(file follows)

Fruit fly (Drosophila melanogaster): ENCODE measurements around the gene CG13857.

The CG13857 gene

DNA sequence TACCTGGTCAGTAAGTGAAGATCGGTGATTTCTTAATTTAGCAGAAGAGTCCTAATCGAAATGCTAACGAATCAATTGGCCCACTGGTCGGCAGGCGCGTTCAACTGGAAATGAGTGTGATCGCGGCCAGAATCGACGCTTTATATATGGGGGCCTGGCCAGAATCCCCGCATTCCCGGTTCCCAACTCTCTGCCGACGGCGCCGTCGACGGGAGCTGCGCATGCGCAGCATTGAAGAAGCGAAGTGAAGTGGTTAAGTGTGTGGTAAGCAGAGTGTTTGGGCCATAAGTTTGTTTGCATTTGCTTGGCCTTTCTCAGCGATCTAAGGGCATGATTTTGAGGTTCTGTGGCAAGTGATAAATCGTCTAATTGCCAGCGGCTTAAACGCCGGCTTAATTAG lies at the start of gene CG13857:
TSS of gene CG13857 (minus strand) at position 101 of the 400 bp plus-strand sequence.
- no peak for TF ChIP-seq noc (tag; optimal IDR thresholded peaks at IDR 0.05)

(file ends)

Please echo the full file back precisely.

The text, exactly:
Fruit fly (Drosophila melanogaster): ENCODE measurements around the gene CG13857.

The CG13857 gene

DNA sequence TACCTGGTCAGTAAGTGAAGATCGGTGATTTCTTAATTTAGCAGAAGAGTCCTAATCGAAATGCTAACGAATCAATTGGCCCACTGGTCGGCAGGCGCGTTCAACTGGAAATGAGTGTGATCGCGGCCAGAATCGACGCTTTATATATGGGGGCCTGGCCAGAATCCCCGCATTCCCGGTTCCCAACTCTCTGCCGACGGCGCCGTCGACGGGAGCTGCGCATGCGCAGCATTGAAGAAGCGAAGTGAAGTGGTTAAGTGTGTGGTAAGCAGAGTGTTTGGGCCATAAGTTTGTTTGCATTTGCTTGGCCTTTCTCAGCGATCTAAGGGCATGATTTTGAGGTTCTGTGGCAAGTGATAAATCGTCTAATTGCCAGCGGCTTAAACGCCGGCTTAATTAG lies at the start of gene CG13857:
TSS of gene CG13857 (minus strand) at position 101 of the 400 bp plus-strand sequence.
- no peak for TF ChIP-seq noc (tag; optimal IDR thresholded peaks at IDR 0.05)